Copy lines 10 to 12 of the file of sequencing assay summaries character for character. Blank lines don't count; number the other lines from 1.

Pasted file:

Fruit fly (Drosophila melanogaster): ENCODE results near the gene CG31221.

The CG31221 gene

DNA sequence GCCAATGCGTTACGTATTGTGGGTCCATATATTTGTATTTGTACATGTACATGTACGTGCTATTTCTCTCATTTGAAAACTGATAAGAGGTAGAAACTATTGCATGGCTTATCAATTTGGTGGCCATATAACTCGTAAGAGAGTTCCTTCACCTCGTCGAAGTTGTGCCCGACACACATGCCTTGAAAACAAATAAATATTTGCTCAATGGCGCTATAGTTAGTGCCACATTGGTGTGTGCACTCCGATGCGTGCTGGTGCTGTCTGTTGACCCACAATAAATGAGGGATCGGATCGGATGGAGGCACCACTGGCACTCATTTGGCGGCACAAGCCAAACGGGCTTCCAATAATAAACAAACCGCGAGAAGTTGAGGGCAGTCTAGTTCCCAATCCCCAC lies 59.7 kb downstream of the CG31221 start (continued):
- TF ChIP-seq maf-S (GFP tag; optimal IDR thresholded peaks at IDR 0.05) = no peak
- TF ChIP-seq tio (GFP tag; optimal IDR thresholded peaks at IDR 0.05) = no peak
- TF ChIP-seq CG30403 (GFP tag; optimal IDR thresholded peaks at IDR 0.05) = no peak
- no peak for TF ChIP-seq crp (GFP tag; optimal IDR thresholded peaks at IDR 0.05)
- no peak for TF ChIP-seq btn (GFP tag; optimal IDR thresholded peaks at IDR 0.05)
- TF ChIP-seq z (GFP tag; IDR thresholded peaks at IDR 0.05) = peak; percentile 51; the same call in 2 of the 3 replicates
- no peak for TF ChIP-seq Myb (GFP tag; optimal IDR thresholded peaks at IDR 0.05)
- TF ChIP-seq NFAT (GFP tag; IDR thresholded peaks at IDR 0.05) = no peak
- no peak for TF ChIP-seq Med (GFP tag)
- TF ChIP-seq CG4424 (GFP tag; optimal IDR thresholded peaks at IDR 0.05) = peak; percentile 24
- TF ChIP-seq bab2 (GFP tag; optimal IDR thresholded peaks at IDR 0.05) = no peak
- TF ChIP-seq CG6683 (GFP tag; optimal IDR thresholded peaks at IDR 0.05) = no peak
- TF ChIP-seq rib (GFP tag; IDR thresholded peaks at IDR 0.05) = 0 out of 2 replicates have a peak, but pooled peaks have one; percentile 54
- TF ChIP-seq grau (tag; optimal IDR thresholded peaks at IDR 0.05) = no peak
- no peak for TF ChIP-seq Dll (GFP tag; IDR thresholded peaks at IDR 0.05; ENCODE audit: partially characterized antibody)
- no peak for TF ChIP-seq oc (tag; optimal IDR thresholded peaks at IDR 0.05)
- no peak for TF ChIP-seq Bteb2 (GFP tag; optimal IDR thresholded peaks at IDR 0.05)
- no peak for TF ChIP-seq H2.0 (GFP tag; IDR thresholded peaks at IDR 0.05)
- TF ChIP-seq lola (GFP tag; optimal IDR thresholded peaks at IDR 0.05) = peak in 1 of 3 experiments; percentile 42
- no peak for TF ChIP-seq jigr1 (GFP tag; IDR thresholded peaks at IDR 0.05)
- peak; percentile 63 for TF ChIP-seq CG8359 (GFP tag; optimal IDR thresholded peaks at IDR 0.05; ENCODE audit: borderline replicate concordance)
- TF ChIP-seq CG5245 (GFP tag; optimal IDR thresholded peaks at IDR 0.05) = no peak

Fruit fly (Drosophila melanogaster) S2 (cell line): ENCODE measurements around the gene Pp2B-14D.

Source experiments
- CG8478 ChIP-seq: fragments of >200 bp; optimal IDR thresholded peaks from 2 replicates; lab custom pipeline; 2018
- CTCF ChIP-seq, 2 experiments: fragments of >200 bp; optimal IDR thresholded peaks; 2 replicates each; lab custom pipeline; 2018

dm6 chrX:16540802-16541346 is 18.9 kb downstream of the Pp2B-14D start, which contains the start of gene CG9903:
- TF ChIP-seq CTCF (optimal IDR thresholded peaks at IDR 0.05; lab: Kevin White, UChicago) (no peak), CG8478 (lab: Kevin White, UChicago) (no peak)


- no peak for TF ChIP-seq Myb (GFP tag; optimal IDR thresholded peaks at IDR 0.05)
- TF ChIP-seq NFAT (GFP tag; IDR thresholded peaks at IDR 0.05) = no peak
- no peak for TF ChIP-seq Med (GFP tag)